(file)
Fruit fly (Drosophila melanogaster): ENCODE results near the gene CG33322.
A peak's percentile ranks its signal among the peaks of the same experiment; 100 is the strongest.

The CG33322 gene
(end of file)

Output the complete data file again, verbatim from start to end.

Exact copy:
Fruit fly (Drosophila melanogaster): ENCODE results near the gene CG33322.
A peak's percentile ranks its signal among the peaks of the same experiment; 100 is the strongest.

The CG33322 gene